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Income Tax (International Agreements) Amendment Bill 1992

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House: House of Representatives Portfolio: Treasury

Purpose To give legislative effect to agreements for the prevention of double taxation and tax avoidance with the Indonesia, Spain and Vietnam.

Background Australia has double taxation and tax avoidance agreements with a number of countries, including France, West Germany, New Zealand, the United States, China, Papua New Guinea and the United Kingdom. The agreements all have a common aim, the prevention of double taxation and tax avoidance, and this is reflected in the content of the agreements which are substantially similar. The agreements work by giving the country of residence the exclusive right to tax certain categories of income and allowing the remaining income to be taxed by the country where it was sourced. If the income is then taxed by the country of residence, it is to allow a credit for tax paid in the country of origin. Examples of categories reserved for tax by the country of residence include:

* industrial or commercial profits where the taxpayer has no permanent establishment in the country where the profits are earned;

* most pensions and purchased annuities;

* public servant's remuneration; and

* air transport profits.

A recent feature of many agreements is the inclusion of provisions to protect schemes designed to encourage investment in certain countries. These countries offer tax concessions or tax free treatment of profits where the body establishes a permanent operation in the country. As a result, where the body returns profits to Australia, the full profit will be included in taxable income and no credit, or a reduced credit, will be available for the tax paid in the country of source. This largely cancels out the benefit available for and reduces any incentive offered by the concessional tax treatment. To remove this effect, certain agreements contain a provision that the country of residence is to deem that the tax has actually been paid at the normal rate.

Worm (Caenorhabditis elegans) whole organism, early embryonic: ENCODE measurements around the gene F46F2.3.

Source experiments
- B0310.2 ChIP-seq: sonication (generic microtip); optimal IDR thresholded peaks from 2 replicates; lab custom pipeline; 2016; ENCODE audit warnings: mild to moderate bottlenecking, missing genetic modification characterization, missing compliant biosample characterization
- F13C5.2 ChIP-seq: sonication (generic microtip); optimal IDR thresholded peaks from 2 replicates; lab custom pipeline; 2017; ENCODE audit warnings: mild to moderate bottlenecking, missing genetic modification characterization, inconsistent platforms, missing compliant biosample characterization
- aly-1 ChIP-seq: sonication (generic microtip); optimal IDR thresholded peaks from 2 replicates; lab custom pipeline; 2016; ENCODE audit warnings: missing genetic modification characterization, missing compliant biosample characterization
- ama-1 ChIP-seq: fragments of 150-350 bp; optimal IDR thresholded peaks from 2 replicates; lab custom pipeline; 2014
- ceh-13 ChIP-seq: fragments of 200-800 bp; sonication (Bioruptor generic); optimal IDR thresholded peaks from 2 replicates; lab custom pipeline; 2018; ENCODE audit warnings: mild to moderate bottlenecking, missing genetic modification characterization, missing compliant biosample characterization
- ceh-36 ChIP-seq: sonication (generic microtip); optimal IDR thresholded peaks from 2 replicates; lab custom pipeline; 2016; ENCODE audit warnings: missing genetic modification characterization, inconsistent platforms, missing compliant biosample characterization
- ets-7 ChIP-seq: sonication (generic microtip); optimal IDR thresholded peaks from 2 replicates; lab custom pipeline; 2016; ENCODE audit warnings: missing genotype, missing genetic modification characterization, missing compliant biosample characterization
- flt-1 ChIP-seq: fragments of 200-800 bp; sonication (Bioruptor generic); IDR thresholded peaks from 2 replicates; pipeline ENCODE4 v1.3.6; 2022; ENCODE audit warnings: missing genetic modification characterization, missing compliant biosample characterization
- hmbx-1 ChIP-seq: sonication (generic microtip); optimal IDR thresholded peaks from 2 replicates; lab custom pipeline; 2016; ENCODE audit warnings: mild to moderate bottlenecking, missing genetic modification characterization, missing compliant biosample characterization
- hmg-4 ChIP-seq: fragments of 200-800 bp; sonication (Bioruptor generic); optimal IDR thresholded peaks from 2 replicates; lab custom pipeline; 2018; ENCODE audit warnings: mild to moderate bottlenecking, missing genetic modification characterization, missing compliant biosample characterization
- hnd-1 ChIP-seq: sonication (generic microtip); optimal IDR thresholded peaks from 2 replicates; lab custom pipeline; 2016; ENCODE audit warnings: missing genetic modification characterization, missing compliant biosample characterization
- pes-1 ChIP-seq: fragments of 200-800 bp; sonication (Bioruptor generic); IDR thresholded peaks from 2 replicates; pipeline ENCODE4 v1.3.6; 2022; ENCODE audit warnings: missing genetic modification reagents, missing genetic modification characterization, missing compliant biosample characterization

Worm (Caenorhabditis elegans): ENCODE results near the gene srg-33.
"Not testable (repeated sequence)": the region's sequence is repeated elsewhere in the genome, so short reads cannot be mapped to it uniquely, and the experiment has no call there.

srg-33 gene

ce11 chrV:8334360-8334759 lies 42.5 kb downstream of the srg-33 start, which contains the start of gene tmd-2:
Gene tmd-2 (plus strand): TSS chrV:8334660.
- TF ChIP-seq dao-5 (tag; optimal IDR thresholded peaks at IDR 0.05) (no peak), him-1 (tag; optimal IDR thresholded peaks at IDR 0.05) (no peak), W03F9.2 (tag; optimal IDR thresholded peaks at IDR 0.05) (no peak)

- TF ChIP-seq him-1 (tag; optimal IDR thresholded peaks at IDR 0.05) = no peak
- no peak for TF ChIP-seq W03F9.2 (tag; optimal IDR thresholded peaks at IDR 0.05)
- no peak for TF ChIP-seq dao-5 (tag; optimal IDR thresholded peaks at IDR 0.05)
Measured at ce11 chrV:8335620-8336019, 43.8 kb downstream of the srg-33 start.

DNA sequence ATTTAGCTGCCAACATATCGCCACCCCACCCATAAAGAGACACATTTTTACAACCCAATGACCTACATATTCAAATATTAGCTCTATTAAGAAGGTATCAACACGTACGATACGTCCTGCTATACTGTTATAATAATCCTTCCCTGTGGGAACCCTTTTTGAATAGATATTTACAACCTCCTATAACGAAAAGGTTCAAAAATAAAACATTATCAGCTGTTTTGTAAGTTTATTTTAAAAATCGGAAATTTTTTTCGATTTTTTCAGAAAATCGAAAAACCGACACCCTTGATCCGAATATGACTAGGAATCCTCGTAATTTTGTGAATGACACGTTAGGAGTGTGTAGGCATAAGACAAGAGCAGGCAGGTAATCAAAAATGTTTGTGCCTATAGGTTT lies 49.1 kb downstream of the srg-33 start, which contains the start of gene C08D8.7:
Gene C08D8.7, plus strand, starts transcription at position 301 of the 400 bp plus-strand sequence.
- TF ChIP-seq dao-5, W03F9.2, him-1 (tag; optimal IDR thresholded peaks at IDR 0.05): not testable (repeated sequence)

Main Provisions Clauses 5 and 7 will give the agreements with Indonesia, Spain and Vietnam force at Australian law. The text of the agreements is contained in the Schedules to this Bill and a brief description follows.

Indonesia, Spain and Vietnam The agreements with these three countries largely reflect current tax agreements entered into with other countries. For example, income from land will be taxable in the country where the land is situated, and business profits may only be taxed in the source country if the entity has a permanent establishment in the country. Dividends, interest and royalties may be taxed by either country but there are limits on the tax charged by the source country, while pensions will generally only be taxable in the country of residence. The measures to avoid double taxation will be based on each country allowing a credit for tax paid in the other country. Anti- avoidance measures will be concentrated on the exchange of information between tax officials in Australia and the country concerned. However, no country will be obliged to provide information that could not be obtained under the laws of the country to which the information is to be supplied or to disclose information that would be contrary to public policy. An agreement may be terminated, five years after it commences to operate, by giving one years notice.

Bills Digest Service 21 September 1992 Parliamentary Research Service

This Digest does not have any official legal status. Other sources should be consulted to determine the subsequent official status of the Bill.

Commonwealth of Australia 1992.

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Published by the Department of the Parliamentary Library, 1992.